Being a Caregiver

Coping with illness can be a difficult undertaking, especially with something as serious as breast cancer. When someone close to you is suddenly diagnosed with breast cancer, you may be left wondering how to help.

Whether you’re giving emotional support, assisting with doctor appointments or doing everyday chores that your loved one is unable to complete, you are a caregiver.

Accepting the new role of caregiver may be tough. You may experience a total lifestyle change and try to put your loved one before your own needs. Ignoring your own needs can cause you to become less effective as a caregiver.

A Caregiver’s Role

The role of a caregiver varies by situation. The National Cancer Institute defines a caregiver as “the person who most often helps the person with cancer and is not paid to do so.”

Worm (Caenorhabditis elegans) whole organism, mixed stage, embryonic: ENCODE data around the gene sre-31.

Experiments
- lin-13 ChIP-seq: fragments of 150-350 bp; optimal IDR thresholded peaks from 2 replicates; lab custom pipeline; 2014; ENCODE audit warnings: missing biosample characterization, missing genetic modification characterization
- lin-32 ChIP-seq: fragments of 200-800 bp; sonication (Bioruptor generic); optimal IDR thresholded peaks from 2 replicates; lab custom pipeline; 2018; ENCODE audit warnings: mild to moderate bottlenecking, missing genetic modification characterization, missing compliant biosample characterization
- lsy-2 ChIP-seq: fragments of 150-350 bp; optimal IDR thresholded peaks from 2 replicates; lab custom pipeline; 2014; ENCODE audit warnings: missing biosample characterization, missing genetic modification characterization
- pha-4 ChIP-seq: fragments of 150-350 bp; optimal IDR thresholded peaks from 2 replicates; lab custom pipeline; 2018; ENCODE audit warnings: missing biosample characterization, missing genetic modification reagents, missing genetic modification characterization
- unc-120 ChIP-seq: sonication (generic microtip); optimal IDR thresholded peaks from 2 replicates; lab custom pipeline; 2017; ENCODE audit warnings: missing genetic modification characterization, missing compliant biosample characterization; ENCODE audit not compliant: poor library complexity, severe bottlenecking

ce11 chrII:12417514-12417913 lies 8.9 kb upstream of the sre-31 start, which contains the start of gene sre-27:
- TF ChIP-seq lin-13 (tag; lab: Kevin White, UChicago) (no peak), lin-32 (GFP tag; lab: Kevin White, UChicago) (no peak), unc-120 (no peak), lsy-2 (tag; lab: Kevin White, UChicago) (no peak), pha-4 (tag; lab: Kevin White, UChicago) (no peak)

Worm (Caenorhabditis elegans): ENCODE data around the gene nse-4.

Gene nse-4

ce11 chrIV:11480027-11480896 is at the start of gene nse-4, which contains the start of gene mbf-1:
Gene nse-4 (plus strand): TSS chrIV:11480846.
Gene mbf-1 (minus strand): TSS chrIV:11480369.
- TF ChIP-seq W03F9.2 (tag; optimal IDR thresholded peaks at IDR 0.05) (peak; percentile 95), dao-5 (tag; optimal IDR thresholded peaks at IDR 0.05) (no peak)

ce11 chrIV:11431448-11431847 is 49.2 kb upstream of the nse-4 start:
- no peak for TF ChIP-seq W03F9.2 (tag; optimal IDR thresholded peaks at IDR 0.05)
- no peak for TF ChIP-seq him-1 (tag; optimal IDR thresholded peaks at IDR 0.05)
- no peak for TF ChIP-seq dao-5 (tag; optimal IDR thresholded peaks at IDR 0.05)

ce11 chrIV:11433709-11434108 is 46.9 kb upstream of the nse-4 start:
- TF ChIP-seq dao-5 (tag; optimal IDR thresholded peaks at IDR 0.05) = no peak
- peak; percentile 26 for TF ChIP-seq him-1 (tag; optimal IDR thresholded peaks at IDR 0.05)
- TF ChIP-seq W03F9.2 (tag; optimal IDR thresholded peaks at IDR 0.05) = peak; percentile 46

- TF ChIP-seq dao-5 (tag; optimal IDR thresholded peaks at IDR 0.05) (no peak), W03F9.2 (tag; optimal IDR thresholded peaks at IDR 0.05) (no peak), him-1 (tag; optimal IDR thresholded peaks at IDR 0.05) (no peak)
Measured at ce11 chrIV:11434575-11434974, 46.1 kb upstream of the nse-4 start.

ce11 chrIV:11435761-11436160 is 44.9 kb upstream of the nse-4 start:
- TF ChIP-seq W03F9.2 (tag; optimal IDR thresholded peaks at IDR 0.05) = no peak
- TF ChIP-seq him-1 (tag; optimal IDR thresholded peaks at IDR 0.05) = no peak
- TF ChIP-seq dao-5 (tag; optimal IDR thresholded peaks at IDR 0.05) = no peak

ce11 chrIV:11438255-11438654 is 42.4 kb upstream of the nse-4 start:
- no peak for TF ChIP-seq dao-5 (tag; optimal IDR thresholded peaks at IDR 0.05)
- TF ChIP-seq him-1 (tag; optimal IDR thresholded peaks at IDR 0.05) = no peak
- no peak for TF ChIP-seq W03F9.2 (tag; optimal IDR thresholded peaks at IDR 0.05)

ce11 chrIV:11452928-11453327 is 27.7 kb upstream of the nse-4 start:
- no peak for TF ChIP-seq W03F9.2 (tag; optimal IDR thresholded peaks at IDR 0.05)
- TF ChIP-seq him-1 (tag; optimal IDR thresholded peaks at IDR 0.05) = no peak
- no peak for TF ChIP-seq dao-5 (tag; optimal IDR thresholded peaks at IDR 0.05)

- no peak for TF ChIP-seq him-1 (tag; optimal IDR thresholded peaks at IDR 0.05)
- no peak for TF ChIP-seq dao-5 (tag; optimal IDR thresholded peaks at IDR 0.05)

Caregivers typically serve as aides or companions and assist with cooking, transportation and everyday chores. A good caregiver is crucial to the emotional and physical support system for a cancer patient.

Caring for Yourself

It may seem that your wants and needs are second-tier to those of your affected loved one. The experts at The National Cancer Institute point out that fulfilling your own needs will make you a more effective caretaker.

It may be hard to talk to your loved one about how you’re feeling when you know that they are dealing with so much already. But having an outlet to express yourself and your feelings can help you maximize your ability as a caregiver.

Support groups can offer a great amount of therapy as you can discuss your feelings with people in similar situations. Talking with others can be a way of forcing yourself to relax. This can be difficult with the amount of stress and feelings you may be experiencing, but even a weekly group setting can help you put things in perspective.

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